If you're seeing this message, it means we're having trouble loading external resources on our website.

If you're behind a web filter, please make sure that the domains *.kastatic.org and *.kasandbox.org are unblocked.

Multipliers

# MPC and multiplier

The expenditure and tax multipliers depend on how much people spend out of an additional dollar of income, which is called the marginal propensity to consume (MPC). In this video, explore the intuition behind the MPC and how to use the MPC to calculate the expenditure multiplier. Created by Sal Khan.

## Want to join the conversation?

• 1. Is having a high MPC is always a good thing for the economy?

2. Can MPC be influenced by monetary or fiscal policies? In other words, how can we increase or decrease MPC? • I don't understand, wouldn't the \$1000 eventually be used up?
If you use 60% of it, then I use 60% of what you pay me, then you use 60% of what I gave you, wouldn't someone eventually run into negative numbers AKA debt? Thanks ahead of time. :) • How does inflation factor into this? I imagine that since the builder and the farmer are getting paid more, they're also producing more. But isn't there a point at which the farmer or the builder decides that prices are too high and that s/he should wait until they drop, lowering his/her MPC? • That is simply an exogenous shock and exogenous shocks can be unpredictable. What we can predict is the effect on Y after the shock. If the farmer decides to stop spending and wait for prices to fall, then he will reduce either his exogenous consumption (Co) or his Investment (I) typically. In either case Y will fall by 1/1-c * the change in either Co or Io
(the o subscript indicating that the variable is independant of income ie that part of either the builder's or the farmer's spending that is not determined by his income. In the example you gave it is determined by price ie they are waiting for the prices to drop).

Of course the farmer and builder may also decide to lower the proportion they consume at every income level (c) and raise the proportion they save of their income (whilst waiting for lower prices). In this case the c would fall and 1-c (marginal propensity to save) would rise.
• If the multiplier is 1/(1-MPC)
With an MPC of 0.8 (saving 20% of your income), this would yield a multiplier of 5. But this is way too high; most estimates of the keynesian multiplier are under 2. How can this be? • At the end of the video sal says if you spend an extra dollar in the economy givin the MPC thats what the total output would increase. But how does this plug back into Y=C+I+G+NX? Does this mean if we spend an extra \$1000 that Y would go up \$2500? • The C+I+G+NX is a short form of an expanded equation. Just considereing C,
Total C actually = Co + c (Y-T) where Y-T is your disposable income ie income after tax.
Thus part of consumption (Co) does not depend on income and part of it does c Y.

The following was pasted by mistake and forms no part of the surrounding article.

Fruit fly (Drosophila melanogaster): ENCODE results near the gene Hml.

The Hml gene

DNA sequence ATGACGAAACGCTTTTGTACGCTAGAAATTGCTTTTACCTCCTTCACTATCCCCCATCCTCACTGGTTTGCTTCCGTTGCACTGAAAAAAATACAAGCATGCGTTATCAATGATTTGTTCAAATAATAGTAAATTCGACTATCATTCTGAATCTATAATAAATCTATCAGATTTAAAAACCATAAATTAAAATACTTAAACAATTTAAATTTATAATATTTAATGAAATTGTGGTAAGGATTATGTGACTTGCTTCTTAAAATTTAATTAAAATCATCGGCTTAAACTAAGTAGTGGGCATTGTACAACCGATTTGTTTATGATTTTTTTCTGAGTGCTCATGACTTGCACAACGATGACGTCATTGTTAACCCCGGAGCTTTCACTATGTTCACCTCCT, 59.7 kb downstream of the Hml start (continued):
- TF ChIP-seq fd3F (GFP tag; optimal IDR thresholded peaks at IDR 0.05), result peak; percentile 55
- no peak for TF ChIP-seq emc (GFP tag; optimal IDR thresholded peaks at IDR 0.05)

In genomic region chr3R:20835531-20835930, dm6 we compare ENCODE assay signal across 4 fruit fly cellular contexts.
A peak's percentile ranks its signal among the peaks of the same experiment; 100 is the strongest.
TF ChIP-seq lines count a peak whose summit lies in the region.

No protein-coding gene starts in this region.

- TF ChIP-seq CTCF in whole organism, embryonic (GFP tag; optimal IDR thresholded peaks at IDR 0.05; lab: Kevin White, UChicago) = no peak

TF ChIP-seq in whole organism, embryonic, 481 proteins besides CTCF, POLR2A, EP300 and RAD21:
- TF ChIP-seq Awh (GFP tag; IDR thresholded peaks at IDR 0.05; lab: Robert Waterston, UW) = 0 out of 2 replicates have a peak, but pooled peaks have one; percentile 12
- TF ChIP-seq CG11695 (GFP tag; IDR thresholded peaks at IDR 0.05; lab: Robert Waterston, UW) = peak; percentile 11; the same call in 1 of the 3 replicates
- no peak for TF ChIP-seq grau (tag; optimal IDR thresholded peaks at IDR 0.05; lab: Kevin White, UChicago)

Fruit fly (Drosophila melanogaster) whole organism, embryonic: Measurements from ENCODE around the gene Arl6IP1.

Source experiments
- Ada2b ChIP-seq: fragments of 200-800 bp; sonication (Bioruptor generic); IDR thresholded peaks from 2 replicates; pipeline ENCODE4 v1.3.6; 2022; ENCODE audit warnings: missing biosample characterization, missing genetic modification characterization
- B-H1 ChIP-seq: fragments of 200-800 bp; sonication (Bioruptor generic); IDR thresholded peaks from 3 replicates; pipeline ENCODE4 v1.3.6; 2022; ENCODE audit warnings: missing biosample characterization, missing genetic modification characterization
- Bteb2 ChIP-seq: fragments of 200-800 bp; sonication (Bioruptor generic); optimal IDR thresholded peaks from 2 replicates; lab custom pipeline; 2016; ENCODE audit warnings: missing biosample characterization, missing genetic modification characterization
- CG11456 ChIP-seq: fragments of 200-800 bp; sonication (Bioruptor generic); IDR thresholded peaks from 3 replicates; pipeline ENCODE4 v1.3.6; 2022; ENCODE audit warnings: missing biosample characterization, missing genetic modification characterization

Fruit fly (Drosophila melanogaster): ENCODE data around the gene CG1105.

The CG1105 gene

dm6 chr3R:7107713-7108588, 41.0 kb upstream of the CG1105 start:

c is the marginal propensity to consume. c = delta C/delta Y. It tells us how much Consumption will change for a given change in income eg if income (Y) rises by \$1 and total Consumption changes by 60 cents then c = .6.

The reason you cant see where it plugs back in is because you are not looking at the expanded equation. If we plug it back in properly the equation becomes

Y = Co + c(Y-T) + I + G + NX.
Note - the equation is capable of being expanded further depending on assumptions eg NX may not be all exogenous and nether might tax (in fact part of total taxes commonly depends on income and part does not ie total T = non income taxes plus income taxes = To + tY

You can see using the expanded equation that if c=.6 and the change in Y is plus 1000 then initially the Y on the left side would grow by 600 but we need to then add that 600 to the Y on the right hand side so there will be further increases due to the feedback loop in the equation.
The final change in Y = 1/1-c X 1000 = 1/1-.6 * 1000 = 2500

(assuming that t = 0 ie there are no income taxes which will reduce the final change)
• While the \$1,000 end up creating \$2,500 worth of transactions in the economy don't you end up with an economy within which there's no money left to buy goods and services because each party is holding funds? • Okay so how come the answer is 2500 and not 2305.60?
When using the equation:
1000 + 0.6*1000 + 0.6^2*1000 + 0.6^3*1000 +0.6^4*1000
=2305.6 • Does the MPC "keep going forever" or eventually stop? Especially since this is such a simple economy. • If any increase in Y is divided in consumption and saving, and saving equals to investment. Then if there is an increase in spending, besides the additional consumption caused by MPC, should the saved part also goes into investment and then also increase people's income and then continuous cycle?? • I'm not quite sure whether I understood your questions completely. But here is the answer to what I understood:

Y is divided into C or S. If Y is fixed then the only way to increase C is to decrease S. A decrease in S means a decrease in Investment, which means less income for the next period. Therefore, next period's Y is decreased, which results in a decreased C next period. Hence, we again come back to our original equilibrium point.